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If 2019 is anything to go by then 2020 is going to be an economically tough year, despite the presidency promising a smaller budget during the opening of parliament. The economy in general seems to be stuck on industry melancholy, with rating agencies seemingly having written us off and warning signals coming from the International Fund and the World Economic Forum.

According to IOL, structural constraints have been blamed for the IMF which lowered its growth forecasts for South Africa for 2020 and 2021 to less than 1% (0.8%) from just over 1% last year. Despite president Cyril Ramaphosa’s best intentions in the 2019 build-up to the State of the Nation Address, he was faced with a predicament of a sceptical country and global society. Things are predicted to be even tougher for South Africans this year and the budget speech might deliver a big blow to tax payers.

Here are some predictions of what the president might say this coming SONA.

  • The possibility of more people losing their jobs beyond the 1440 already announced by Massmart, the 3000 expected at Telkom and the thousands more predicted in the ailing mining industry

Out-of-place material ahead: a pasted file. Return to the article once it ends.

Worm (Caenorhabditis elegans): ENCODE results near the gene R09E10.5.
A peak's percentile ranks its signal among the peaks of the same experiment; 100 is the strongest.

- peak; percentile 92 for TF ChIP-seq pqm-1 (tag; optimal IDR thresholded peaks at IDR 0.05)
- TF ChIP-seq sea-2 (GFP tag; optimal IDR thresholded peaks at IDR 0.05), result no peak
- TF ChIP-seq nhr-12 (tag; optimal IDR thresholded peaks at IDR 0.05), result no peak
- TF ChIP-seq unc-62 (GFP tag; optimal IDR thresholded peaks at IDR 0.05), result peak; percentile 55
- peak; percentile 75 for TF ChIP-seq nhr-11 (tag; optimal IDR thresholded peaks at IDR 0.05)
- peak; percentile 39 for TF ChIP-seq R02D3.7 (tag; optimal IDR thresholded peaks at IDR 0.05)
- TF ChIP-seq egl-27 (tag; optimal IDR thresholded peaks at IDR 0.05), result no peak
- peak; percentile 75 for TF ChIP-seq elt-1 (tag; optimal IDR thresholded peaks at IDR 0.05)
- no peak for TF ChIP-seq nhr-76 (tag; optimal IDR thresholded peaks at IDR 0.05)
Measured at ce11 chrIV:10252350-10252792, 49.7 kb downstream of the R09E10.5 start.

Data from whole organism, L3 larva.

• The unemployment rate in South Africa edged up to 29.1 percent in Q3 2019, its highest level since comparable data began in Q1 2008, matching market expectations. The number of those unemployed rose by 78 thousand to 6.73 million while employment increased by 62 thousand to 16.38 million. A year earlier, the jobless rate was lower at 27.5 percent. As predicted before SONA 2019, Statistics SA did adjust the unemployment rate
  • There is still no action behind all the summits held in 2018, this could only mean that the president will address a hostile country on February 13th
  • Eskom and SAA are still on the governments’ agenda, with power cuts now cutting into businesses and affecting profit – more and more people are losing their jobs.

At the beginning of November 2019 Moody’s slashed South Africa’s’ growth outlook for 2020 from 15% to 1%. The worlds eyes are on the 27th March 2020 on the next Moody’s review, to see if South Africa will lose or retain its last investment grade credit rating from Moody’s.

As the president prepares to deliver his State of the Nation Address (Sona) at the opening of Parliament, everyone is hoping that he will be more specific about how he will build a capable state. In addition, the public and the private sector are looking forward to how he will ensure more investment, jobs and inclusive growth; and how he intends eradicating poverty and improving people’s lives.